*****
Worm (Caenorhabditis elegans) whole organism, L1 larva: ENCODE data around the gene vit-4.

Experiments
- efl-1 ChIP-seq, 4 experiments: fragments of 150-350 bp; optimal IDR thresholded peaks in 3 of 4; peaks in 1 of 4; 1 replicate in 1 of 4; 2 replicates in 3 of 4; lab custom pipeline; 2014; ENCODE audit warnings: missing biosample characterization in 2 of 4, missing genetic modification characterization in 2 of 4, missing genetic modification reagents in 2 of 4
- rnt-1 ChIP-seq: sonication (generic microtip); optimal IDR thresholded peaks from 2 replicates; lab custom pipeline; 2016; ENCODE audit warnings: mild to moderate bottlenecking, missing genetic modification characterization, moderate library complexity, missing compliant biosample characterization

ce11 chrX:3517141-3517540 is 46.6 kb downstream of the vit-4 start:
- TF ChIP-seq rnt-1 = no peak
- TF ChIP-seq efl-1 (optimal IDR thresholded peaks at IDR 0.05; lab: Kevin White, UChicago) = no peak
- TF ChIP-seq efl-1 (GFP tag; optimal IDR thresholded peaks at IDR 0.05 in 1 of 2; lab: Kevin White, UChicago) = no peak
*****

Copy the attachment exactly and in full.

Worm (Caenorhabditis elegans) whole organism, L1 larva: ENCODE data around the gene vit-4.

Experiments
- efl-1 ChIP-seq, 4 experiments: fragments of 150-350 bp; optimal IDR thresholded peaks in 3 of 4; peaks in 1 of 4; 1 replicate in 1 of 4; 2 replicates in 3 of 4; lab custom pipeline; 2014; ENCODE audit warnings: missing biosample characterization in 2 of 4, missing genetic modification characterization in 2 of 4, missing genetic modification reagents in 2 of 4
- rnt-1 ChIP-seq: sonication (generic microtip); optimal IDR thresholded peaks from 2 replicates; lab custom pipeline; 2016; ENCODE audit warnings: mild to moderate bottlenecking, missing genetic modification characterization, moderate library complexity, missing compliant biosample characterization

ce11 chrX:3517141-3517540 is 46.6 kb downstream of the vit-4 start:
- TF ChIP-seq rnt-1 = no peak
- TF ChIP-seq efl-1 (optimal IDR thresholded peaks at IDR 0.05; lab: Kevin White, UChicago) = no peak
- TF ChIP-seq efl-1 (GFP tag; optimal IDR thresholded peaks at IDR 0.05 in 1 of 2; lab: Kevin White, UChicago) = no peak